Civil Rights Groups File Complaint Over Texas Standards

By Erik W. Robelen — December 21, 2010 1 min read
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The debate over social studies standards in Texas isn’t quite over, it seems. Several months after the state board of education adopted a new set of standards, two civil rights organizations have filed a joint complaint with the U.S. Department of Education claiming that the standards are both historically inaccurate and discriminatory. Here’s the AP story plus another from the Houston Chronicle.

The complaint—submitted by the Texas NAACP and the Texas League of United Latin American Citizens—asks the department’s office for civil rights to review the state’s new social studies standards and to take legal action if Texas tries to implement elements that are “racially or ethnically offensive,” according to the Chronicle.

The story notes that the complaint also asks federal officials to investigate a general “miseducation” of minority students in Texas, in addition to “disparate discipline for minority students,” the use of school accountability standards to impose sanctions against schools with high populations of minority students, and the under-representation of Latinos and African-Americans in gifted and talented programs.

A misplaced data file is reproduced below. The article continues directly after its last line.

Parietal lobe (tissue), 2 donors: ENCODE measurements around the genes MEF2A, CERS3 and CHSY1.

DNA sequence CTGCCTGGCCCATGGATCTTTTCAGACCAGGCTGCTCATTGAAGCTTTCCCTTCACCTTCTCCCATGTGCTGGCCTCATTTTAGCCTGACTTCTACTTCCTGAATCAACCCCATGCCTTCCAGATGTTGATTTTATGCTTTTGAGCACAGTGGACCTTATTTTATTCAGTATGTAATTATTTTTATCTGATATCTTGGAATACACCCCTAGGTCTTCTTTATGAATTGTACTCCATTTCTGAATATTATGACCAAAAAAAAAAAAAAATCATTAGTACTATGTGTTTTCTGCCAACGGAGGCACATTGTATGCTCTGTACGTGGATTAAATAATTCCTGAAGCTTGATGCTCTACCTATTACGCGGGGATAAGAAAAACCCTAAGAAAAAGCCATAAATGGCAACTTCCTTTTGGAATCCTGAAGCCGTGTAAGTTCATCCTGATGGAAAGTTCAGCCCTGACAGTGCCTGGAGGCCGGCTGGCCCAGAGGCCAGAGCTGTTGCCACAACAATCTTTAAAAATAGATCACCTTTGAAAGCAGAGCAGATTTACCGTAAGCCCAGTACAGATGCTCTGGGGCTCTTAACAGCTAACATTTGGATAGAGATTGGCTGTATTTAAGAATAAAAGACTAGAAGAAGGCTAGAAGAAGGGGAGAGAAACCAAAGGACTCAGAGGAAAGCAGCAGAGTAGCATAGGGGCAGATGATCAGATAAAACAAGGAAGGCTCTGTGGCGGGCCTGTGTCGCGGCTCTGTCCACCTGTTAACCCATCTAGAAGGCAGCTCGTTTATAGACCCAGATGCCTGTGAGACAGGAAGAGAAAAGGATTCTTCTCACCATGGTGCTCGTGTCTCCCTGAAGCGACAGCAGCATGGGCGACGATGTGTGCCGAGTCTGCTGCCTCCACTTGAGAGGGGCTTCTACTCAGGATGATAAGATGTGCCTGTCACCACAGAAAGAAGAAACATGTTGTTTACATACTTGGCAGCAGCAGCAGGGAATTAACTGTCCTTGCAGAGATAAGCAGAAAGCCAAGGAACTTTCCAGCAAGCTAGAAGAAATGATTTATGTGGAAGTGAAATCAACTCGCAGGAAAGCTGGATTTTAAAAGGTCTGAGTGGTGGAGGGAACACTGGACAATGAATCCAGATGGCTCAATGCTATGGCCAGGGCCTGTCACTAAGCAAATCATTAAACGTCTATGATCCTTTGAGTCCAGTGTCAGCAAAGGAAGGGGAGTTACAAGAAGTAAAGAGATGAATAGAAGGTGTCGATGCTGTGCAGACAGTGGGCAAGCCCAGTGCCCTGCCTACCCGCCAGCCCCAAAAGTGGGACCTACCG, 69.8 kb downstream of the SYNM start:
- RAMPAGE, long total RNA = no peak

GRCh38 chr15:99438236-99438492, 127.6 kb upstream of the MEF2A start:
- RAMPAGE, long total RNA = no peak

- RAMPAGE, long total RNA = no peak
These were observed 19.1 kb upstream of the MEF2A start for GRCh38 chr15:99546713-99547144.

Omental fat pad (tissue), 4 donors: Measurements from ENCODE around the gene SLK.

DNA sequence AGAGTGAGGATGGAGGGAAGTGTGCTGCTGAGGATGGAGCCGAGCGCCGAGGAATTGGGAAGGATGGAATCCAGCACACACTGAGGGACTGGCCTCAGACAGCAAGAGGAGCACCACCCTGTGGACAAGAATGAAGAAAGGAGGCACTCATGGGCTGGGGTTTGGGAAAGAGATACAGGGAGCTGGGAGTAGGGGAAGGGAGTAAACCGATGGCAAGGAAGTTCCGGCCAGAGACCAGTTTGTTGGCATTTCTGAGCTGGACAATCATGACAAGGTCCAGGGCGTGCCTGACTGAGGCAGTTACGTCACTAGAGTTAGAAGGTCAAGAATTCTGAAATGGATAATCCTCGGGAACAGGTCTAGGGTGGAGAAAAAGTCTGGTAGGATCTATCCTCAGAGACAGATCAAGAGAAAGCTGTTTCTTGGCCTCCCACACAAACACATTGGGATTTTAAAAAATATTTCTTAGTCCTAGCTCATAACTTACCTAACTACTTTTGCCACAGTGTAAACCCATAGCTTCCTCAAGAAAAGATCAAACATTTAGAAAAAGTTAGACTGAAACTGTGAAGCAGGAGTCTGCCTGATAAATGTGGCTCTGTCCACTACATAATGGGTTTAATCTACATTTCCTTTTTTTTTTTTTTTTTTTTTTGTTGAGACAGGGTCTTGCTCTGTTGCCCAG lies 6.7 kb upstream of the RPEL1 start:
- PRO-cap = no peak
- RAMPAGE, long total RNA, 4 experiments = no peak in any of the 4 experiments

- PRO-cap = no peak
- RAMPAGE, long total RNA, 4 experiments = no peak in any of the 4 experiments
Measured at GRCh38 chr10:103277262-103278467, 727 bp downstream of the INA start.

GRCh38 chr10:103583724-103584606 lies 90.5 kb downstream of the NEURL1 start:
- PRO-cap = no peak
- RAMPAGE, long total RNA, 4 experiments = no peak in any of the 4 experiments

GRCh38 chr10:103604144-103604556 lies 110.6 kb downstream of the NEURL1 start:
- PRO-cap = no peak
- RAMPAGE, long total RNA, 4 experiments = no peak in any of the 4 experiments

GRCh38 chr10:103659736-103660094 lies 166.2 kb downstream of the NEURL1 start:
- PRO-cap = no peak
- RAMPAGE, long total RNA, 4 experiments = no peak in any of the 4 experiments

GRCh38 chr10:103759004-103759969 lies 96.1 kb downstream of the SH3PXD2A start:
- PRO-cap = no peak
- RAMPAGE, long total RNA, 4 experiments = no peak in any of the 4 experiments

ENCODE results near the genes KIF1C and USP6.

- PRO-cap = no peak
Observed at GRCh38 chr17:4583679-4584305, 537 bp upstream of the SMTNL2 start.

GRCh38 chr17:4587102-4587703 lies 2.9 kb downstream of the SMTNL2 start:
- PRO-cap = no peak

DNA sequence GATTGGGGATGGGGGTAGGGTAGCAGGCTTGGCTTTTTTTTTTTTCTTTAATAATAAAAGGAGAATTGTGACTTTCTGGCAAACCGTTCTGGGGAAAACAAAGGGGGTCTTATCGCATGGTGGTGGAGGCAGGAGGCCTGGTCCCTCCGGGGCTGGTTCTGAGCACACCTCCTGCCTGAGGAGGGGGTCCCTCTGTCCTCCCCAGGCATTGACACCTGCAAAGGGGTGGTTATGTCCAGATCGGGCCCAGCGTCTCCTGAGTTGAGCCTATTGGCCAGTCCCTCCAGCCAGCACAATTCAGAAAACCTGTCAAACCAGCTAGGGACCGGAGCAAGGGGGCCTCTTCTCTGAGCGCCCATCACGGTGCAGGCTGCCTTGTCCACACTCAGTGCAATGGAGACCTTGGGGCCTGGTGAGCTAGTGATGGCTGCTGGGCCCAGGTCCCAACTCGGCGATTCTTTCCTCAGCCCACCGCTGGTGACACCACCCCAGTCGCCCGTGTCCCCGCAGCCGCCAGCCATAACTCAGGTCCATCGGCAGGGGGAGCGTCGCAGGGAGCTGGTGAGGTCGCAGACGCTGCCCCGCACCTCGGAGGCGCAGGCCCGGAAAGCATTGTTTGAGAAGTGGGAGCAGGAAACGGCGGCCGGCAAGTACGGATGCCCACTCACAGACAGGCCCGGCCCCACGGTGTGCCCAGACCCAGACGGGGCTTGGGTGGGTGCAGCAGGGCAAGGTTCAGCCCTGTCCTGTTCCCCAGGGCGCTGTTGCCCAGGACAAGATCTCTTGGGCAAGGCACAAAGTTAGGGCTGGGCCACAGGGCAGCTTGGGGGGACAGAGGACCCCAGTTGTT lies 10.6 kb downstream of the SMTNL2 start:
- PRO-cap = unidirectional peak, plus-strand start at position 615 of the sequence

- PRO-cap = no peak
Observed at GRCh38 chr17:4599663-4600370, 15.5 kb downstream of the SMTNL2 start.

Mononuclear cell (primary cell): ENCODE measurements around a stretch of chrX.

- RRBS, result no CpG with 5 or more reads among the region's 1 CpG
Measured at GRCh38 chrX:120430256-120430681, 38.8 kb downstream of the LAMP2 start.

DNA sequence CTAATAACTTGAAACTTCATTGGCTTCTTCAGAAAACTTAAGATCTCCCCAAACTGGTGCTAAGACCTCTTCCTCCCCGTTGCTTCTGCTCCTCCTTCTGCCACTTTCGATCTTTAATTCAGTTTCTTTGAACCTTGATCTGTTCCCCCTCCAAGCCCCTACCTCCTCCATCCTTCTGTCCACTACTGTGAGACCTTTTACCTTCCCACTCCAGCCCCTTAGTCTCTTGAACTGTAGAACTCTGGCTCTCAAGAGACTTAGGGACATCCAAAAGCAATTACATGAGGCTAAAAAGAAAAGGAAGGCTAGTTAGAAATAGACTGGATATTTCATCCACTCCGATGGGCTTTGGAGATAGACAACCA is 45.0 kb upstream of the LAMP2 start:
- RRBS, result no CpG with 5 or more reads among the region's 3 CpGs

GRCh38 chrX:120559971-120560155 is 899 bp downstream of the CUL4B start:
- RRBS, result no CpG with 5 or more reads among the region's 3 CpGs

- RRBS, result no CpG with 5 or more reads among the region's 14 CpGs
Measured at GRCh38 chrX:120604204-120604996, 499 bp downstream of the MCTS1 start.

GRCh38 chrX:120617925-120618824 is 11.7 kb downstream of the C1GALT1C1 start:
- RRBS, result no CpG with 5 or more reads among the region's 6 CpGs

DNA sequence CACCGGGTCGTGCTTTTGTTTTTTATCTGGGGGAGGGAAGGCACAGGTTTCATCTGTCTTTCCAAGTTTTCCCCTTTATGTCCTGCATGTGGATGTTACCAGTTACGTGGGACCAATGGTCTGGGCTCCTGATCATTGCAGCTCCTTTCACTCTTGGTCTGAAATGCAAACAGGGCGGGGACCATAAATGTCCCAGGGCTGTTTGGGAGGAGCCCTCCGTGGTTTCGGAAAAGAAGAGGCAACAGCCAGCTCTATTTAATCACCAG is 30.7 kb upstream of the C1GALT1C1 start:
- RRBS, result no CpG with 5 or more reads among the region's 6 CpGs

David Bradley, a Republican on the state board, told the Chronicle that the new standards “significantly increased the inclusion of minorities that were, indeed, patriots in American and Texas history.”

He added: “These activists are never satisfied, and their whining to the federal government is silly and without merit.”

But Gary Blesoe, the president of the Texas NAACP, sees things differently.

“This is like in your face, like showing the ultimate in disrespect,” he told the Associated Press. “To suggest the positive aspects of slavery or to exalt Jefferson Davis of the Confederacy is just an abomination. I mean no disrespect to people who may have had ancestors who were part of that, but it is what it is.”

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A version of this news article first appeared in the Curriculum Matters blog.